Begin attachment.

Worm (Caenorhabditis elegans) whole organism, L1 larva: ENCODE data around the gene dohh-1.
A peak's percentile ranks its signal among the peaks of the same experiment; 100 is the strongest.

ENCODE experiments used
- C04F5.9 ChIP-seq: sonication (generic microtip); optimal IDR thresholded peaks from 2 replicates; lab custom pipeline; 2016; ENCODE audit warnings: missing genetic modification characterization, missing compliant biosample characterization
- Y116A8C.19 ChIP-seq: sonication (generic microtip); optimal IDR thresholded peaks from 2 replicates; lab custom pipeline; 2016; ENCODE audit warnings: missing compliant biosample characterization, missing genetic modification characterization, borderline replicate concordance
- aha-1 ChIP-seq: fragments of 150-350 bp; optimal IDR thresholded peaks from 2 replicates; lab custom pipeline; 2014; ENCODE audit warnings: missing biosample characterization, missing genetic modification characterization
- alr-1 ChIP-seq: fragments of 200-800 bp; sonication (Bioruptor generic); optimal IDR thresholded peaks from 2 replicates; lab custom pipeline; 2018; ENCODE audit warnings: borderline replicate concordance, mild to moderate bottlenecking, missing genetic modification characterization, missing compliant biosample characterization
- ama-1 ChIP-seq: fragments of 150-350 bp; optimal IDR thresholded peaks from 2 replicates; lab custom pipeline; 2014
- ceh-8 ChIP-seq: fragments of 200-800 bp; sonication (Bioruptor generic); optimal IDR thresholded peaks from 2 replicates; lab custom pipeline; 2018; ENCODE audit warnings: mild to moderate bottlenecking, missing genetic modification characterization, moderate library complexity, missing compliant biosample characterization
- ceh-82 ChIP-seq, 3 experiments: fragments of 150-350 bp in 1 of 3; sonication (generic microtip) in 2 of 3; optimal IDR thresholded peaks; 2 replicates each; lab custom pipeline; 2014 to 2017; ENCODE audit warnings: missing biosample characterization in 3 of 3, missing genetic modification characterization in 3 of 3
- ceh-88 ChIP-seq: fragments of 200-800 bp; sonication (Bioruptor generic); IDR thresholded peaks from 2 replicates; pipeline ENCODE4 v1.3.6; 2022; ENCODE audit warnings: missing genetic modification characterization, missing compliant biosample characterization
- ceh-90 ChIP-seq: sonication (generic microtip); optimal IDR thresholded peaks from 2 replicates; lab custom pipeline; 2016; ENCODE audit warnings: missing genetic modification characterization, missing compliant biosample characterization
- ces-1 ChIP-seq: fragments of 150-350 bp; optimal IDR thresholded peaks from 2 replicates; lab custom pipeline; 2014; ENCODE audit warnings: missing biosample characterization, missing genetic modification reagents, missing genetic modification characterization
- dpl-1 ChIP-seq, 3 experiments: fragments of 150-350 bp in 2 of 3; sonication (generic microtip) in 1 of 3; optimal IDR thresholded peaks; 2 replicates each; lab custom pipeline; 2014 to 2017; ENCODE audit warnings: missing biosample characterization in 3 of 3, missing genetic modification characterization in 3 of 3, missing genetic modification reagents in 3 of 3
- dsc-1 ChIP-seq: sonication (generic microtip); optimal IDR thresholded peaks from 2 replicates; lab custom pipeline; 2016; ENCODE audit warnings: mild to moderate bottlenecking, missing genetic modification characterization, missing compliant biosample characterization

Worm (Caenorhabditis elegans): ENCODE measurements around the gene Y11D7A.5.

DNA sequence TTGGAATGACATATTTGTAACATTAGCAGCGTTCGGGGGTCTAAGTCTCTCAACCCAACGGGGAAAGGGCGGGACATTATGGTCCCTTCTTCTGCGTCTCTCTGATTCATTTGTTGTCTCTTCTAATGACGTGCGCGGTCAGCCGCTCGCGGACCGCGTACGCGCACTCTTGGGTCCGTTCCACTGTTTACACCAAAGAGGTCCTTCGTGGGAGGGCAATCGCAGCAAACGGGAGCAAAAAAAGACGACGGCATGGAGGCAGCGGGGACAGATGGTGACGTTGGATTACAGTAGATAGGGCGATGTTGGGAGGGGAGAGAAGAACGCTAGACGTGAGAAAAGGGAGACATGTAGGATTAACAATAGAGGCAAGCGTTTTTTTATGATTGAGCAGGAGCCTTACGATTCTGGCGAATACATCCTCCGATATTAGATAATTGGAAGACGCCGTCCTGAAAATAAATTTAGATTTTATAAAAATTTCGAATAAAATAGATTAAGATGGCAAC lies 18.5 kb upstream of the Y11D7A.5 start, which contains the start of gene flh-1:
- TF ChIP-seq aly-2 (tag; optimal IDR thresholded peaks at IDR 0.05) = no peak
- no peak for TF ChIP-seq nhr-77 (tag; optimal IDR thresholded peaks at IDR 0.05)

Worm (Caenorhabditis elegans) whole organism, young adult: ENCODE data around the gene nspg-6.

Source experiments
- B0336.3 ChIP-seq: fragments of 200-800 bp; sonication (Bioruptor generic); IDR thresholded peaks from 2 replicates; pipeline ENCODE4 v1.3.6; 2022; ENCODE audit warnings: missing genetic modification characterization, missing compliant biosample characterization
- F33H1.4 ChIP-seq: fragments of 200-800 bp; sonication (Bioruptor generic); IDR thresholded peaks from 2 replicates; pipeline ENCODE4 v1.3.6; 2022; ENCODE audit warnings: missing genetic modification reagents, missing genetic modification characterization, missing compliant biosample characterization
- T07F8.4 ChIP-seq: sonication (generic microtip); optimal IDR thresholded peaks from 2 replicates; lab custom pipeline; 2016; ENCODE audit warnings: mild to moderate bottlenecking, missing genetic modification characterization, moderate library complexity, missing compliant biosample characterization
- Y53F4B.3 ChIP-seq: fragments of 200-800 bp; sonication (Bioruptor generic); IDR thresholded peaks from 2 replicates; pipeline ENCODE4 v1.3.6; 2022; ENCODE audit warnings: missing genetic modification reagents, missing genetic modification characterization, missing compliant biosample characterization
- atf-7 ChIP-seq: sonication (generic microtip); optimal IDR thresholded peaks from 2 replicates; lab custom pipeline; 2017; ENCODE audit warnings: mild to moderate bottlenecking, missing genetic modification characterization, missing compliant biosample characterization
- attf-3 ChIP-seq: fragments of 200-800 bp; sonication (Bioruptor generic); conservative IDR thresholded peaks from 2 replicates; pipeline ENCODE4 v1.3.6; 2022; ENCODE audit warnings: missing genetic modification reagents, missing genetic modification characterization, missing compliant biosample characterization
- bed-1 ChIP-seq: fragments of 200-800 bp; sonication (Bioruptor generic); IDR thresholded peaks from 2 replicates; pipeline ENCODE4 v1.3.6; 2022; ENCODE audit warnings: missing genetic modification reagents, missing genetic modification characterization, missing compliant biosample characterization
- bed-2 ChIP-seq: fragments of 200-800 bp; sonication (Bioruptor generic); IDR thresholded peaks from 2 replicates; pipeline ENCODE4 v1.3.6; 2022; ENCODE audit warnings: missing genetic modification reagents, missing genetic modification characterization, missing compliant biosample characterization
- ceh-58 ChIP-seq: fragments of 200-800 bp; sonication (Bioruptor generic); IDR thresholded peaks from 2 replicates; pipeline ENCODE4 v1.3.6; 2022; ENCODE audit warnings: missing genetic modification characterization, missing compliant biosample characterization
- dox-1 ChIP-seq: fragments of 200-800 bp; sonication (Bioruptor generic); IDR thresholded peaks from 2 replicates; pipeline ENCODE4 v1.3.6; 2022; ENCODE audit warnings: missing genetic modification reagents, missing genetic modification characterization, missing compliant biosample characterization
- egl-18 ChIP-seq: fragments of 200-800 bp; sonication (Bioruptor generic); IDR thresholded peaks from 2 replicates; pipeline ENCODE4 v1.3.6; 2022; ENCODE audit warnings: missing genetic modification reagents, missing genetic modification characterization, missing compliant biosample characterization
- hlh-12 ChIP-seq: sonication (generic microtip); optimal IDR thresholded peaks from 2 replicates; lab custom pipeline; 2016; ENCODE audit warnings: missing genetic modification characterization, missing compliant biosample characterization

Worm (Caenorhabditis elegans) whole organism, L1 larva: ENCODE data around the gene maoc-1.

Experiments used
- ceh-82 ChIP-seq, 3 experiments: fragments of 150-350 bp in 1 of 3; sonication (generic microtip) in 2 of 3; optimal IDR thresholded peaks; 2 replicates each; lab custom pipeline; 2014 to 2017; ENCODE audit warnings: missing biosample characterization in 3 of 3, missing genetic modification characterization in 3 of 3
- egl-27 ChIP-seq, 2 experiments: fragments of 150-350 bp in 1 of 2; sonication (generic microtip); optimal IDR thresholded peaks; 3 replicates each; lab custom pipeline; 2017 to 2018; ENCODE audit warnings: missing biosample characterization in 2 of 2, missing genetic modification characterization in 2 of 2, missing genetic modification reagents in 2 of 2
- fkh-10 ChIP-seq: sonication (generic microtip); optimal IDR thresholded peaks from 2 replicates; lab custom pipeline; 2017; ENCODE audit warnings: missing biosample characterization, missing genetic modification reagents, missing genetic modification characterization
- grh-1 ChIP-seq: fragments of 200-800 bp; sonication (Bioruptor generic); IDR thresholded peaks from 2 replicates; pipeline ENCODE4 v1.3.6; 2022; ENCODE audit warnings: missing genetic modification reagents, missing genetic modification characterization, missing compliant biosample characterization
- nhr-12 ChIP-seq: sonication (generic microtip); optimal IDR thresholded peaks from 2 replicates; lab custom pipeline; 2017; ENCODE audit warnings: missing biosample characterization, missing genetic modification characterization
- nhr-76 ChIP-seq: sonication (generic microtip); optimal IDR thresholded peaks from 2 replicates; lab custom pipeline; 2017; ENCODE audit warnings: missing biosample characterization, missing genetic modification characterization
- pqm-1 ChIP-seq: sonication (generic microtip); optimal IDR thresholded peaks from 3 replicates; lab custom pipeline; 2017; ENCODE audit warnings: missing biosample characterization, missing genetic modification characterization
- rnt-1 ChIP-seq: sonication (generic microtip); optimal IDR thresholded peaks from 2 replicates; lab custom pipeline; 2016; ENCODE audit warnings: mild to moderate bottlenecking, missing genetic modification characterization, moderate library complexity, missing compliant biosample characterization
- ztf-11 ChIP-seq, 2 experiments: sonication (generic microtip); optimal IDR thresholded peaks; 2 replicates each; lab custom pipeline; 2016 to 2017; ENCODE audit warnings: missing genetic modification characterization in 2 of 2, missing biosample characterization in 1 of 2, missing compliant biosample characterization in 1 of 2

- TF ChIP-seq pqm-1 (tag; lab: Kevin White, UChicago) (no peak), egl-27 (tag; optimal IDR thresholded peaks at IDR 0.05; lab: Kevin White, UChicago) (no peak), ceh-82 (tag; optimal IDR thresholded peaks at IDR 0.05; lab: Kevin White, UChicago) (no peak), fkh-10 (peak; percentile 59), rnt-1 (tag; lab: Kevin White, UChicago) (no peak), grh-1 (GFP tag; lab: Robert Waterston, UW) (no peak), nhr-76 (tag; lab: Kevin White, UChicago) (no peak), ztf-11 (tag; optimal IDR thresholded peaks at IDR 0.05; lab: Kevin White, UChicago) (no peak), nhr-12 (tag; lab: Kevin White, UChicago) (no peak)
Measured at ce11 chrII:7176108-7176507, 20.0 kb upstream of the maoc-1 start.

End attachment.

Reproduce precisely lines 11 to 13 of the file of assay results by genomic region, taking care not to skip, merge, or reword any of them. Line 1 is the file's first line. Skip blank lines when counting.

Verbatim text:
- ceh-88 ChIP-seq: fragments of 200-800 bp; sonication (Bioruptor generic); IDR thresholded peaks from 2 replicates; pipeline ENCODE4 v1.3.6; 2022; ENCODE audit warnings: missing genetic modification characterization, missing compliant biosample characterization
- ceh-90 ChIP-seq: sonication (generic microtip); optimal IDR thresholded peaks from 2 replicates; lab custom pipeline; 2016; ENCODE audit warnings: missing genetic modification characterization, missing compliant biosample characterization
- ces-1 ChIP-seq: fragments of 150-350 bp; optimal IDR thresholded peaks from 2 replicates; lab custom pipeline; 2014; ENCODE audit warnings: missing biosample characterization, missing genetic modification reagents, missing genetic modification characterization